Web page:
I HAVEN’T been at school for almost 10 years. This fact makes me simultaneously elated that I haven’t had an army of teachers telling me what to do for almost a decade, but it also makes me feel despair at the fact that I’m only three-and-a-half years away from turning 30.
Neither of those things are the point of this article though, you’ll be glad to hear. What I want to write about is the education system in the UK and how it’s quite obviously extremely out of date. Now, like I said, I haven’t been at school for almost 10 years, and I don’t have any brothers/sisters/cousins/friends with babies who are young enough to tell me what it’s like now, so I’m just going to go on the basis that everything is pretty much the same except that there are a lot more interactive whiteboards and a lot fewer handwritten essays.
Unsurprisingly, I didn’t really like school. I hate being told what to do, I hated having to sit through lessons I wasn’t any good at (I’m looking at you, chemistry), and I really hated when I was being taught by someone who was clearly a fucking idiot. Unfortunately for me, I’m built in a way that means if I don’t like something, I just don’t put any effort into it, which is why I came away from school with distinctly average results. I only liked a couple of subjects (French, English) so these were the ones I did well in, and everything else just fell by the wayside.
I also hate exams. I made my university choice based on which institution would make me sit the least number of exams. A solid selection process, I think you’ll agree. The point I’m trying to make is that although I didn’t do really well at school, this doesn’t reflect me as a person. Parents’ Evenings and school reports were always full of “Iona could do so much better is she just applied herself a little more” but I didn’t want to, so it didn’t happen.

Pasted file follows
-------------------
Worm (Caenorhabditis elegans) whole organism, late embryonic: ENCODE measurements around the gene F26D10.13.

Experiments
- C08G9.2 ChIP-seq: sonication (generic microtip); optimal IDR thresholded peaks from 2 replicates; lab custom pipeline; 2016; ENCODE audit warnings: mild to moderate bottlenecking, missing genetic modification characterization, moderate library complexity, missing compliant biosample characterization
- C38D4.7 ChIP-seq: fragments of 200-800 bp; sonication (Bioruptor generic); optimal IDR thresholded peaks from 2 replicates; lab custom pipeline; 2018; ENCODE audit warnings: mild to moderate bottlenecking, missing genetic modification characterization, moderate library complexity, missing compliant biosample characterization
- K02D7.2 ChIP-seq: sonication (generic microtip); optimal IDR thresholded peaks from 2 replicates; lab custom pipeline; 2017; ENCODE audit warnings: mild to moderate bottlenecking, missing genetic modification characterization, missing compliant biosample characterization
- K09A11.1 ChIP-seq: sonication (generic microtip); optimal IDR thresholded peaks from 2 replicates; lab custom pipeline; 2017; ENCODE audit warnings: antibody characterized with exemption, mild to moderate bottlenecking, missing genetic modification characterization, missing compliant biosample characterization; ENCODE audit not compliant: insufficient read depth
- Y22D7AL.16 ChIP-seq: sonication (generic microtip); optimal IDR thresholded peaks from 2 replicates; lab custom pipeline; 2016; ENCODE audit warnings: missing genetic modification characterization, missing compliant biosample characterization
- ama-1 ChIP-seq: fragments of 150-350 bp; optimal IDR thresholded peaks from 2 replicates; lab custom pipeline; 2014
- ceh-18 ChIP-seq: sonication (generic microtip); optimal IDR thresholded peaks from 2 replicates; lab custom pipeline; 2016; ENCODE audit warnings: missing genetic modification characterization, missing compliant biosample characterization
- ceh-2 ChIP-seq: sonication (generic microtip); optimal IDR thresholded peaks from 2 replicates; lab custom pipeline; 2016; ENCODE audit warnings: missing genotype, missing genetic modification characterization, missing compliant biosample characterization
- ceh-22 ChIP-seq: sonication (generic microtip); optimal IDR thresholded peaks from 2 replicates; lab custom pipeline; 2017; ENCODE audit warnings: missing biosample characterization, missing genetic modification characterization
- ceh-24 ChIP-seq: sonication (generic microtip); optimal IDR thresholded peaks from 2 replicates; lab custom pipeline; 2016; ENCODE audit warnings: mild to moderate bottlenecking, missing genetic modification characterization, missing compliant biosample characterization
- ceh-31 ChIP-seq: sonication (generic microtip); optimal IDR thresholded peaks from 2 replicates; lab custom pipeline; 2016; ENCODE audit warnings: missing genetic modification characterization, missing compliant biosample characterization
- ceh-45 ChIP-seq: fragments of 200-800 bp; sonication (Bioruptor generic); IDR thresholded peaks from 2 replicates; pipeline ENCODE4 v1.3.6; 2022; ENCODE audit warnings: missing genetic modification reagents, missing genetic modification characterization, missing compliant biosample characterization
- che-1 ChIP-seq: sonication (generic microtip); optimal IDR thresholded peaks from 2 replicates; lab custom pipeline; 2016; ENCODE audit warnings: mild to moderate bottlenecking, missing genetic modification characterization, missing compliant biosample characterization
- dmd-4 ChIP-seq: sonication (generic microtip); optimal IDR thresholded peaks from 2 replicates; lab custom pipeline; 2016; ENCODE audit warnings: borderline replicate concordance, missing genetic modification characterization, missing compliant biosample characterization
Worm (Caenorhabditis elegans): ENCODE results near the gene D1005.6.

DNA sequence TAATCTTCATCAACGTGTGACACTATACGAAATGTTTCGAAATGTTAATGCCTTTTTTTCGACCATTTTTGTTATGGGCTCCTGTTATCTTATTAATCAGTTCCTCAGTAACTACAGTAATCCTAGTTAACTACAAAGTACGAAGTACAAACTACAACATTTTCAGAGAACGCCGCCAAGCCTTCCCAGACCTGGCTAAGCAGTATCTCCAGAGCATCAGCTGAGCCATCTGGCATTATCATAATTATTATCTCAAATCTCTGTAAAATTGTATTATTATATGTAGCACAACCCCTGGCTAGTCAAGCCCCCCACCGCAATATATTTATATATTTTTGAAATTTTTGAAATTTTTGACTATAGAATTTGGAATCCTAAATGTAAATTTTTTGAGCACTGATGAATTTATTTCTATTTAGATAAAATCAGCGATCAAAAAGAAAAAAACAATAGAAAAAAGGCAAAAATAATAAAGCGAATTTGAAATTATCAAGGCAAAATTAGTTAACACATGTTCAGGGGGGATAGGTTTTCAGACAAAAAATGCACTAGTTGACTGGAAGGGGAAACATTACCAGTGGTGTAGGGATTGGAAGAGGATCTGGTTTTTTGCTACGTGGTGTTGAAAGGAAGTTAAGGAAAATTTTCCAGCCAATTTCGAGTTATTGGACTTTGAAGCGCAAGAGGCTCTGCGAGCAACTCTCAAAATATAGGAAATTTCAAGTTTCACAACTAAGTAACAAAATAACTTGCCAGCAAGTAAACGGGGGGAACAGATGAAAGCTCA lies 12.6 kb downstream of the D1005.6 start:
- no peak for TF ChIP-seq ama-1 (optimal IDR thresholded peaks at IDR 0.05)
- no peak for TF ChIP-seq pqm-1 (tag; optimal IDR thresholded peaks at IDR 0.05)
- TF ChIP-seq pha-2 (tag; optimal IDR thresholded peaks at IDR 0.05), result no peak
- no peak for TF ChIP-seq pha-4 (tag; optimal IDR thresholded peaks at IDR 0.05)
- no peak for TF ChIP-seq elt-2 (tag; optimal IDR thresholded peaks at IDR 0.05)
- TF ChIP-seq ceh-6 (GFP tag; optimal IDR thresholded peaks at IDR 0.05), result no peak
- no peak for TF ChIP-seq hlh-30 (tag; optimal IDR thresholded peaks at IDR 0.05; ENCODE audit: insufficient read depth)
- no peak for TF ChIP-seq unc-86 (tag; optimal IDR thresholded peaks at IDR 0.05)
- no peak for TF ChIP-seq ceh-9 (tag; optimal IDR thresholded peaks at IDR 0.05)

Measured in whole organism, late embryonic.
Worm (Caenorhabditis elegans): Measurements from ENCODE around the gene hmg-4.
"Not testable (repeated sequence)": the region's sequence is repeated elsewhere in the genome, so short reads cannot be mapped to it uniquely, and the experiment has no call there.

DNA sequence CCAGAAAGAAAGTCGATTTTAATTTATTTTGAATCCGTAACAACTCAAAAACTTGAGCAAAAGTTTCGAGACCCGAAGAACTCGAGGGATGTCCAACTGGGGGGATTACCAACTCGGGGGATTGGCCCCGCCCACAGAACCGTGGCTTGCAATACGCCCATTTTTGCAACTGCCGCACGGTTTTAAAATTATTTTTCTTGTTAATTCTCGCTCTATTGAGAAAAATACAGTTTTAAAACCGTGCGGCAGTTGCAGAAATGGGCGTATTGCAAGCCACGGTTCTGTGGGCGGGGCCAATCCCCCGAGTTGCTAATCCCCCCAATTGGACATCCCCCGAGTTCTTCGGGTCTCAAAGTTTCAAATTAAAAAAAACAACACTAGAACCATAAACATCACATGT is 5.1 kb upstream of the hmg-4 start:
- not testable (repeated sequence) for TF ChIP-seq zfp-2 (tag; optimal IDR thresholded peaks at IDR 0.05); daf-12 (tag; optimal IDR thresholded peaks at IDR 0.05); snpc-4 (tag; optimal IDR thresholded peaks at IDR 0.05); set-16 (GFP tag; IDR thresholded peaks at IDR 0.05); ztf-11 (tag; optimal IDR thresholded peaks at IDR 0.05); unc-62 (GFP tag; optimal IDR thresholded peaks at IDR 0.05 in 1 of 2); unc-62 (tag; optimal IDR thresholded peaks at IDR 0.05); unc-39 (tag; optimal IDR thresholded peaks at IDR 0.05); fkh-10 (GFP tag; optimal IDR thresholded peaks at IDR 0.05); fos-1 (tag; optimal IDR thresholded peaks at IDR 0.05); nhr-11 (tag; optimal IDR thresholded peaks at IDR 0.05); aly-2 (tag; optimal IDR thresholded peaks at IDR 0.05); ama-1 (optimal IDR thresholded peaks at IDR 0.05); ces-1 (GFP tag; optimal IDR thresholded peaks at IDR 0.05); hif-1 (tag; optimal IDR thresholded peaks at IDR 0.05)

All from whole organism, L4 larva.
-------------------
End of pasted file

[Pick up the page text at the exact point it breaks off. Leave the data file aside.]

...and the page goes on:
The thing I hated most about school was how everything was geared around the students who did well in their exams. I’m excellent at sport, I have great leadership skills, I can handle situations under pressure, and I am full of common sense. These things don’t make for As at A-Level though, which means I, and others like me, who don’t have a great memory for information and who don’t have the ability to sit in lessons and absorb facts for hours on end, left school thinking that I was sub-par.
It’s not fair that this happens. When I left school, I thought I was at the lower end of the population for being intelligent and good at things because I had Cs and Ds in my exam results. It wasn’t until I got into the real world that I realised those things don’t matter.
Exams are just one big memory test. I watched a celebrity edition of Mastermind over Christmas and one of the contestants was a TV presenter. She did very well on the topic of her chosen subject, which she had had time to research and commit facts to memory, but when it came to the general knowledge round, she tanked. I think this is a perfect example of what the school system is like today; you can revise and memorise everything you need for an exam, but when you get out into life and actually need to know things that they don’t teach you in a text book, you’re scuppered.
Why are our children still being tested in a way that is so clearly out of date? Now that tuition fees are so high, and everyone and their dog can get into a university of some sort, it’s no wonder that school leavers aren’t going on to secondary education. I know if I had the choice again, I certainly wouldn’t, but university was presented to me as the only option 10 years ago.
People are getting jobs through Twitter now, and are encouraged to send in their CVs in a way to make them stand out. These aren’t things you need a briefcase and a tie for. There are so many jobs available based on things you don’t even get taught in school. I was Head of Social Media at a digital agency for four years before going freelance. I’m pretty sure this wasn’t even a job in 2006.
My point is that we need to adapt our schools and education system, and make it work for 2015. Fewer people give a shit about exam results, unless you’re looking to be a doctor or an aeronautical engineer, then those things are quite important. As long as you’re competent at reading and writing, employers are looking for skills that aren’t taught in the classroom, and I think it’s time that fact was acknowledged.
PR exec who likes finding funnies and cool stuff online. Print journalism graduate.